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Low carb diets can help people living with type 2 diabetes achieve remission and eventually stop taking medication. Martin DM/Getty Images
  • A new study has found that a low carbohydrate diet can help people achieve remission from type 2 diabetes.
  • Experts say this is a positive development in type 2 diabetes management and puts control back into the patient’s hands.
  • While a low carb diet can be beneficial for those with type 2 diabetes, nutritionists warn against making drastic changes to your eating habits before speaking with a healthcare professional.

If you live with type 2 diabetes, you know there are certain steps you must take to effectively manage the condition.

You’re likely aware that, alongside medication, one of the most important ways to manage type 2 diabetes is through your diet. Specifically, you need to eat or limit certain foods to keep your blood sugar at a healthy level.

Now, a new study has found that diet may play an even more important role in type 2 diabetes management than previously thought.

The study, published in the journal BMJ Nutrition, Prevention & Health, found that a low-carbohydrate diet was effective in achieving glycaemic control in people living with type 2 diabetes.

Furthermore, more than half of the participants who adopted a low carb diet achieved type 2 diabetes remission and were able to eventually stop taking medication.

The study was conducted in Norwood Surgery in the UK, using 9800 participants who were routinely offered advice on low carbohydrate diets and weight loss between 2013 and 2021. Of the participants, 39% went on a low-carbohydrate diet.

After an average of 33 months, participants’ weight fell by an average of 10kg, and remission was achieved by 51% of the cohort.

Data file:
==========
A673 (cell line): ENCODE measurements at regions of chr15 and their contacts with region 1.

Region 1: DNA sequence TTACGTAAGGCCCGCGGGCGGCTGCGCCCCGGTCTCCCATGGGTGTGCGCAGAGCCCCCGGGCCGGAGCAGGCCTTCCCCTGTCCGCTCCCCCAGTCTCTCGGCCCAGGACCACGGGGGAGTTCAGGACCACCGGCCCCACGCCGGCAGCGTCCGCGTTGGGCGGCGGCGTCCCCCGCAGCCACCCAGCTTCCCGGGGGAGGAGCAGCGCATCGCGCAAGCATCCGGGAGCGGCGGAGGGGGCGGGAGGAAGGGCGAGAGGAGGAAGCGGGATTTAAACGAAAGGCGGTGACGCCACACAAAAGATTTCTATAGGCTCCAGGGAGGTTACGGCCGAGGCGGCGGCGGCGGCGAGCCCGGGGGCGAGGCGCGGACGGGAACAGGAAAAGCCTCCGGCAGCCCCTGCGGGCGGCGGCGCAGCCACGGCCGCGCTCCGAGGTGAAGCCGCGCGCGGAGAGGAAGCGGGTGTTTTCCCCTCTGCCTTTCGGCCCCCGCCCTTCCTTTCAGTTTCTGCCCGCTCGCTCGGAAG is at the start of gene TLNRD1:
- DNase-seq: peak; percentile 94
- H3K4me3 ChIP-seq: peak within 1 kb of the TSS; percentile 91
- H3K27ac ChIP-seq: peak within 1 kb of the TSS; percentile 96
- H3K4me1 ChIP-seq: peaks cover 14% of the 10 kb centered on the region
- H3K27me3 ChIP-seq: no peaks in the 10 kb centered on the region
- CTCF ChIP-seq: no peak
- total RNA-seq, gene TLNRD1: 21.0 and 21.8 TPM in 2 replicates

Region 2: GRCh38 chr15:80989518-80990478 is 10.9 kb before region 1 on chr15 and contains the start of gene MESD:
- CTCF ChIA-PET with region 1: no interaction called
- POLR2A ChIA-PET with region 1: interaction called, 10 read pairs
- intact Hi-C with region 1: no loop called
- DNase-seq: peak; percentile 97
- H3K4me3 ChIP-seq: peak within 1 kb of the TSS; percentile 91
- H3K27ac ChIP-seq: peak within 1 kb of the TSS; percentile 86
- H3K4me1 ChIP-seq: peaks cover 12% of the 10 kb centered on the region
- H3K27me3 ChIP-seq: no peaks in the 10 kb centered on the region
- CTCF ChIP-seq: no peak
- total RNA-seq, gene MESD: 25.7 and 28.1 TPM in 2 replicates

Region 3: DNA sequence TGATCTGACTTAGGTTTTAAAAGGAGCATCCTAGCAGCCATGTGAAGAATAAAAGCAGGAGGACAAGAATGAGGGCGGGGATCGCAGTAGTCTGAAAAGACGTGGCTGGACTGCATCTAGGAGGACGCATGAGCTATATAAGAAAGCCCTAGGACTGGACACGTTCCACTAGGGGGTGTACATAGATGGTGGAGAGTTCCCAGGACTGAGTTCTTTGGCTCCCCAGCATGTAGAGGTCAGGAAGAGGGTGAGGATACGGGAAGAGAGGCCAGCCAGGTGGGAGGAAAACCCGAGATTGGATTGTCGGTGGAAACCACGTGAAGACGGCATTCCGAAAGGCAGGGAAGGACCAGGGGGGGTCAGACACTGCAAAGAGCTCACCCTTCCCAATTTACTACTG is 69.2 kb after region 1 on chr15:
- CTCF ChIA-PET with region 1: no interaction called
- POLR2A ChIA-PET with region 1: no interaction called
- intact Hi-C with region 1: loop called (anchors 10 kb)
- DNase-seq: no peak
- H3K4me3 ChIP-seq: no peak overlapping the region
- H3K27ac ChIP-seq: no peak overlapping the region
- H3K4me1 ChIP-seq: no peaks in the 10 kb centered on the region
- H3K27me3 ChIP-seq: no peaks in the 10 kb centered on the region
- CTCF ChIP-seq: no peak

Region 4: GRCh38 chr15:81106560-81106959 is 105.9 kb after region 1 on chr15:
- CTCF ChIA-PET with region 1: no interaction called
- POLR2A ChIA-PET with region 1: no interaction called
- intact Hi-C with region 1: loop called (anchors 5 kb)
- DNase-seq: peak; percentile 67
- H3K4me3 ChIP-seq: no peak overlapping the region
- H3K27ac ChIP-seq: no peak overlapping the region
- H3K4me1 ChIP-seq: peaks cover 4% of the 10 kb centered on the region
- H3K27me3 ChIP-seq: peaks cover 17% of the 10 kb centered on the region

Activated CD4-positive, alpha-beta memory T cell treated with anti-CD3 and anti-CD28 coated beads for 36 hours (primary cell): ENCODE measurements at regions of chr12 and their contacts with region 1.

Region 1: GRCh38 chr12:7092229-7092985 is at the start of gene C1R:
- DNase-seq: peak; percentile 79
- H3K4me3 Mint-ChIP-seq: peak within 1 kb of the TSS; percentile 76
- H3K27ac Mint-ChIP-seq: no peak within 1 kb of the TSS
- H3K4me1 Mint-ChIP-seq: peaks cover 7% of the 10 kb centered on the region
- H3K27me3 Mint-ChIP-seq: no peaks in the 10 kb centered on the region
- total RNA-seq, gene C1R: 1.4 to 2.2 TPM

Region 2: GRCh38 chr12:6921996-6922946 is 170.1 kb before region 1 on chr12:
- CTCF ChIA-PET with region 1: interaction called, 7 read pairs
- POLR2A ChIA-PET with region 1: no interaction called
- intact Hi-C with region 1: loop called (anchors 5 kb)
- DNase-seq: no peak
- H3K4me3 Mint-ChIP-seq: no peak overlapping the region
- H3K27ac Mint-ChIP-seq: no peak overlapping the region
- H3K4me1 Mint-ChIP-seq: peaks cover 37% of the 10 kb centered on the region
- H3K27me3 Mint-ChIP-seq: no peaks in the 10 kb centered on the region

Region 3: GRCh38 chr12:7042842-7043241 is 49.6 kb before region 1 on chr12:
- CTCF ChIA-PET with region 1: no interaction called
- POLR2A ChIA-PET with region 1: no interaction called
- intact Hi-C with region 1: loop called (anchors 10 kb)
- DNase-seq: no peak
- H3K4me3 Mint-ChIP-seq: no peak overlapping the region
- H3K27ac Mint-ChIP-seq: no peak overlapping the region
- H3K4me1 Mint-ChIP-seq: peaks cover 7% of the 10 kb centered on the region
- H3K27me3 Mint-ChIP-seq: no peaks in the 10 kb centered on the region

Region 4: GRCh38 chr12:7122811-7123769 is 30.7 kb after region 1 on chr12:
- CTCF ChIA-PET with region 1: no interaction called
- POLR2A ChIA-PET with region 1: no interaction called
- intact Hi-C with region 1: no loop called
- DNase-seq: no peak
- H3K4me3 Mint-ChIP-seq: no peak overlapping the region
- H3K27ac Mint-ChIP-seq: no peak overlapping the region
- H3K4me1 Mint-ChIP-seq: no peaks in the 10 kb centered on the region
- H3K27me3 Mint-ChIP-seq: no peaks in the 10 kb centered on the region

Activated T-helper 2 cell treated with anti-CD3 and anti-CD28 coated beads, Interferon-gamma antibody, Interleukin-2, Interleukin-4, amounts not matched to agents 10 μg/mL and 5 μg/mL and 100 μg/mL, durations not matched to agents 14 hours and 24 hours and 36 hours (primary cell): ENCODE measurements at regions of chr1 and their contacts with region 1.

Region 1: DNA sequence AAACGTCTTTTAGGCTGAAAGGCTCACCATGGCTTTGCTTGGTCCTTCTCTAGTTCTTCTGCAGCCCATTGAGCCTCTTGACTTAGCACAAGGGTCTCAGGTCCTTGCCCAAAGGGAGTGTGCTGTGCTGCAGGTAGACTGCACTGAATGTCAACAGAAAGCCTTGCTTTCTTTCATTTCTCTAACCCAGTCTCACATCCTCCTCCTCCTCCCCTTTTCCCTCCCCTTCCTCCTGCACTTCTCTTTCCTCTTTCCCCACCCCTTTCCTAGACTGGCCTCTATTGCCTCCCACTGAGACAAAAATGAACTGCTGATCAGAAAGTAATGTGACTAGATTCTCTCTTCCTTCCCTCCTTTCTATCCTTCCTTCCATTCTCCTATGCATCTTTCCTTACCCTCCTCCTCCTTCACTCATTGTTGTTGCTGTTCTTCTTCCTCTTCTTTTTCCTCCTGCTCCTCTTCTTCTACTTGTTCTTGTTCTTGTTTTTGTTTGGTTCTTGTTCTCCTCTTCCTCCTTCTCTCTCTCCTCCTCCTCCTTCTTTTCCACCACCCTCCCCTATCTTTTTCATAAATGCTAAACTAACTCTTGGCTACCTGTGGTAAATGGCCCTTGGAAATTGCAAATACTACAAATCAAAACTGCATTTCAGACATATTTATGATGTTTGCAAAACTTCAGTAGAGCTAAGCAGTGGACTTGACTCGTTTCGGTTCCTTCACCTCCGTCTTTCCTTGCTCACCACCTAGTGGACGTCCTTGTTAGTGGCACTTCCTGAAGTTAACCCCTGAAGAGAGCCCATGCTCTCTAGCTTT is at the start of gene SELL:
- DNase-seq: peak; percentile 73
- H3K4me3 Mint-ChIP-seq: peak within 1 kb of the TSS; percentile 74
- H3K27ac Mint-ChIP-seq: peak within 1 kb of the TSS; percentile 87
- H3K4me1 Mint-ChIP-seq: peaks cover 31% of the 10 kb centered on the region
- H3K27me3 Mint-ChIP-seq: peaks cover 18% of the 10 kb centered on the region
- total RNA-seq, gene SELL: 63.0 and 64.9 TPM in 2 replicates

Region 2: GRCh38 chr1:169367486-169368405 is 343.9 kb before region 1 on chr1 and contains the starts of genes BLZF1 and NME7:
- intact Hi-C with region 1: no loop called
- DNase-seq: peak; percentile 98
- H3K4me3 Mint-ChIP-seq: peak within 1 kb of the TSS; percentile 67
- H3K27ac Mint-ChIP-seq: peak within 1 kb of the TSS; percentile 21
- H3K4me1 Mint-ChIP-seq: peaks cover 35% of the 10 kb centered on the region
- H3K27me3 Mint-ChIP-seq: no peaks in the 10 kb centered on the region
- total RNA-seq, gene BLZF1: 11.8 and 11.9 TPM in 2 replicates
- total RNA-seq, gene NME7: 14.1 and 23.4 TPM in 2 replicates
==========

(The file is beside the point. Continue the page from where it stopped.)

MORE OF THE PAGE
The patients’ LDL cholesterol and blood pressure also decreased.

As well as representing “an important window of opportunity for achieving drug-free remission of diabetes,” the study authors also said the results gave “hope to those with poorly controlled type 2 diabetes who may not achieve remission.”

This group had the greatest improvements in diabetic control.

It’s promising news for people living with type 2 diabetes and could act as a catalyst for change, improving the way the condition is managed and treated.

“This latest research is exciting as it was conducted in a real GP practice over many years,” says Aliza Marogy, a registered nutritionist and founder of Inessa supplements. “This gives an insight into what needs to be done to improve the nutritional program further and make it available in other medical settings.”

Marogy says the study highlights the importance of early intervention, noting that for patients who had a diagnosis of type 2 diabetes for less than a year, the low carb diet helped 77% of participants achieve full remission, compared to a 20% success rate for those who had a diagnosis of 15 years or more.

Natalie Louise Burrows, a registered nutritionist and founder of Integral Wellness, a nutrition and health clinic specializing in type 2 diabetes, sees this study as a very positive development when it comes to how type 2 diabetes is treated.